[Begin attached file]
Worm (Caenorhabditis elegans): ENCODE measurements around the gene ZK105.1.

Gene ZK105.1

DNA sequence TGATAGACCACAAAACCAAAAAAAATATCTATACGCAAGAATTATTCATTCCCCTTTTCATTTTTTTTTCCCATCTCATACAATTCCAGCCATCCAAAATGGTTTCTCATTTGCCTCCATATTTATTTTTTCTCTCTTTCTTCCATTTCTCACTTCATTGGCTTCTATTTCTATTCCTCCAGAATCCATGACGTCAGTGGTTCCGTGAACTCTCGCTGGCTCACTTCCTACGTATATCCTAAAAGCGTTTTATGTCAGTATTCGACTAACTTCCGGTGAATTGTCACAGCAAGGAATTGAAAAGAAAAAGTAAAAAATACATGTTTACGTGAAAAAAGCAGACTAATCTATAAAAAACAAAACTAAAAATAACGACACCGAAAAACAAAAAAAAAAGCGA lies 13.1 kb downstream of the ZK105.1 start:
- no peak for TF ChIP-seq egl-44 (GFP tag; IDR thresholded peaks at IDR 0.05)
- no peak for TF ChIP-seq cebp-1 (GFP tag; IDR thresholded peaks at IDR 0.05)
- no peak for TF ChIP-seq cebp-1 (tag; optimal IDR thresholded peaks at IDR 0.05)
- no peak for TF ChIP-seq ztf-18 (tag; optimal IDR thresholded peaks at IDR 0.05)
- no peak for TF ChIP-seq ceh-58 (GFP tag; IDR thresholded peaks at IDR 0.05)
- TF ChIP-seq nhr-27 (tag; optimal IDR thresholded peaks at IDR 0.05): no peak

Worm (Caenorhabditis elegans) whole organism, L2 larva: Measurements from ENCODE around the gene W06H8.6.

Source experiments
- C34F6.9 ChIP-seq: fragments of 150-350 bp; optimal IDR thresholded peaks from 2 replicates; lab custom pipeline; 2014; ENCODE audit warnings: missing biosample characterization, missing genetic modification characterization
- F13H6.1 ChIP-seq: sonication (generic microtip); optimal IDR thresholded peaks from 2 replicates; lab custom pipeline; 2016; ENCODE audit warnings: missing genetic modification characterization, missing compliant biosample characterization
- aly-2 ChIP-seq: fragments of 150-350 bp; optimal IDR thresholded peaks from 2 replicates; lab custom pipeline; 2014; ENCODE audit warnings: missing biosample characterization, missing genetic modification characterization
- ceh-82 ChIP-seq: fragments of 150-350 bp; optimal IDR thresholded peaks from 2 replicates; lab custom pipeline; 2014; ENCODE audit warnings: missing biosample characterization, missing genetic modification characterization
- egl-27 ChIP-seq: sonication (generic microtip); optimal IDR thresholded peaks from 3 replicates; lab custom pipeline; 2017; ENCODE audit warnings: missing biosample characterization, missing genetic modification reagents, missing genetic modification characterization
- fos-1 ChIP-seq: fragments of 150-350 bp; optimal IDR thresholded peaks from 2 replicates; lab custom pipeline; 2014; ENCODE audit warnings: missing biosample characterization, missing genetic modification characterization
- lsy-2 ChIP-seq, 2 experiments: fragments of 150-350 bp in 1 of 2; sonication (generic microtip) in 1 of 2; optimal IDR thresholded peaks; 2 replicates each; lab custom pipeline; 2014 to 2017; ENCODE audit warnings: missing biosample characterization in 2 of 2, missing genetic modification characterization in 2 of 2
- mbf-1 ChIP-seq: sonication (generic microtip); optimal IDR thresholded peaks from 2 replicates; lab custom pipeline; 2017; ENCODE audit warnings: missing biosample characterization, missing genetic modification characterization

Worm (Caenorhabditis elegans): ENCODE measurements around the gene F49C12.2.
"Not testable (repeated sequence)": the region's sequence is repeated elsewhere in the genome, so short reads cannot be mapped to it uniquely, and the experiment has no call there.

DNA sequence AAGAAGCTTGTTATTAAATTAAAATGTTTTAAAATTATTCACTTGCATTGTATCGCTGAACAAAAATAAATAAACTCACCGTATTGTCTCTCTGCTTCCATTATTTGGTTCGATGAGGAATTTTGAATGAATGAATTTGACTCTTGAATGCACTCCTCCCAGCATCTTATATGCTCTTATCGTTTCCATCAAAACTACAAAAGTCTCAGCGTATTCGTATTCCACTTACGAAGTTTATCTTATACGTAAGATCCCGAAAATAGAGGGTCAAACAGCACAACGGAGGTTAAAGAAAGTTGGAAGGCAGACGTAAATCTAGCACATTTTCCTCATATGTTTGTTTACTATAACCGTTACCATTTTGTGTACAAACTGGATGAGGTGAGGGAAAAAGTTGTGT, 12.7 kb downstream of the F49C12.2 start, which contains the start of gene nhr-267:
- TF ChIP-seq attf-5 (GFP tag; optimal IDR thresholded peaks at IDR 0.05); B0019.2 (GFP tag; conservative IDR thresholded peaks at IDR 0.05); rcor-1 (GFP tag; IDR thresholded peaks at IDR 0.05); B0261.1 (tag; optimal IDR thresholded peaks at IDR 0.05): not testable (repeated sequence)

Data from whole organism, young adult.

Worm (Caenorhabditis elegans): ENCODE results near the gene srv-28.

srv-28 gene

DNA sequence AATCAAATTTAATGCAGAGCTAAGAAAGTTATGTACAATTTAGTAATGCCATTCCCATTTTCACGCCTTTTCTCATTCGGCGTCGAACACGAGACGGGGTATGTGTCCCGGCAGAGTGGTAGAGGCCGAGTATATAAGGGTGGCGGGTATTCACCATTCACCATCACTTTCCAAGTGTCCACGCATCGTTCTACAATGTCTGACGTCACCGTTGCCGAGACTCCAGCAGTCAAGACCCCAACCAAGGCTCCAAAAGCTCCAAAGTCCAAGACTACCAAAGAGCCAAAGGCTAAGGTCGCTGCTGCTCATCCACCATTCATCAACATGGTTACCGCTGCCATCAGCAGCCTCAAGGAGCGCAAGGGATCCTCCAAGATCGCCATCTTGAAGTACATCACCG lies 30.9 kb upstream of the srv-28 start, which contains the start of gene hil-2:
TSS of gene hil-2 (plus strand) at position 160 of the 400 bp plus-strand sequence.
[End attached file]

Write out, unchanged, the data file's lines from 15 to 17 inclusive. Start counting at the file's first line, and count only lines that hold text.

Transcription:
- ceh-82 ChIP-seq: fragments of 150-350 bp; optimal IDR thresholded peaks from 2 replicates; lab custom pipeline; 2014; ENCODE audit warnings: missing biosample characterization, missing genetic modification characterization
- egl-27 ChIP-seq: sonication (generic microtip); optimal IDR thresholded peaks from 3 replicates; lab custom pipeline; 2017; ENCODE audit warnings: missing biosample characterization, missing genetic modification reagents, missing genetic modification characterization
- fos-1 ChIP-seq: fragments of 150-350 bp; optimal IDR thresholded peaks from 2 replicates; lab custom pipeline; 2014; ENCODE audit warnings: missing biosample characterization, missing genetic modification characterization